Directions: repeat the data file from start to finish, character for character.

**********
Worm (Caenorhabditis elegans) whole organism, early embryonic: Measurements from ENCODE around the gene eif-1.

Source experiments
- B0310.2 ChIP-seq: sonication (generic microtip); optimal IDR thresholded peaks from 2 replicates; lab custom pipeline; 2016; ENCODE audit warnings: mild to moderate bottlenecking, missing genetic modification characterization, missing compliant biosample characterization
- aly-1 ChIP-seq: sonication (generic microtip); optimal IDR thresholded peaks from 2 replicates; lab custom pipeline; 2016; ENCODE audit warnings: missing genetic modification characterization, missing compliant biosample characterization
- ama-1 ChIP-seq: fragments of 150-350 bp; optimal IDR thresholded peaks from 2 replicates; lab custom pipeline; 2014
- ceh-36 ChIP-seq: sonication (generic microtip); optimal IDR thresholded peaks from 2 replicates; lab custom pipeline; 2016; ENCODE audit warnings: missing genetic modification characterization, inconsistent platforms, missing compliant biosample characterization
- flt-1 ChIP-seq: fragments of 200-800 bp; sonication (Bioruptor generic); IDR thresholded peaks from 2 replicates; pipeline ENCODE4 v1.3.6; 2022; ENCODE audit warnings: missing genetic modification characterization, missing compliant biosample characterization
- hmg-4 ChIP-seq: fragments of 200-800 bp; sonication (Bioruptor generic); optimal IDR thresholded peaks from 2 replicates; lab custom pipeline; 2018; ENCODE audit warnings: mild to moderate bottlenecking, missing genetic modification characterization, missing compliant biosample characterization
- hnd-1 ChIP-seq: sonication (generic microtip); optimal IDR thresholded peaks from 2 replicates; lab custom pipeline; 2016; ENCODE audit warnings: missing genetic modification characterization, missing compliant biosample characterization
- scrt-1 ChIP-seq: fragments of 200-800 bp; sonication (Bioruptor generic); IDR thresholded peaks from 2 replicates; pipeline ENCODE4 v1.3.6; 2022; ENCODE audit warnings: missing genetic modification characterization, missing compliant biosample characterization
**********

Worm (Caenorhabditis elegans) whole organism, early embryonic: Measurements from ENCODE around the gene eif-1.

Source experiments
- B0310.2 ChIP-seq: sonication (generic microtip); optimal IDR thresholded peaks from 2 replicates; lab custom pipeline; 2016; ENCODE audit warnings: mild to moderate bottlenecking, missing genetic modification characterization, missing compliant biosample characterization
- aly-1 ChIP-seq: sonication (generic microtip); optimal IDR thresholded peaks from 2 replicates; lab custom pipeline; 2016; ENCODE audit warnings: missing genetic modification characterization, missing compliant biosample characterization
- ama-1 ChIP-seq: fragments of 150-350 bp; optimal IDR thresholded peaks from 2 replicates; lab custom pipeline; 2014
- ceh-36 ChIP-seq: sonication (generic microtip); optimal IDR thresholded peaks from 2 replicates; lab custom pipeline; 2016; ENCODE audit warnings: missing genetic modification characterization, inconsistent platforms, missing compliant biosample characterization
- flt-1 ChIP-seq: fragments of 200-800 bp; sonication (Bioruptor generic); IDR thresholded peaks from 2 replicates; pipeline ENCODE4 v1.3.6; 2022; ENCODE audit warnings: missing genetic modification characterization, missing compliant biosample characterization
- hmg-4 ChIP-seq: fragments of 200-800 bp; sonication (Bioruptor generic); optimal IDR thresholded peaks from 2 replicates; lab custom pipeline; 2018; ENCODE audit warnings: mild to moderate bottlenecking, missing genetic modification characterization, missing compliant biosample characterization
- hnd-1 ChIP-seq: sonication (generic microtip); optimal IDR thresholded peaks from 2 replicates; lab custom pipeline; 2016; ENCODE audit warnings: missing genetic modification characterization, missing compliant biosample characterization
- scrt-1 ChIP-seq: fragments of 200-800 bp; sonication (Bioruptor generic); IDR thresholded peaks from 2 replicates; pipeline ENCODE4 v1.3.6; 2022; ENCODE audit warnings: missing genetic modification characterization, missing compliant biosample characterization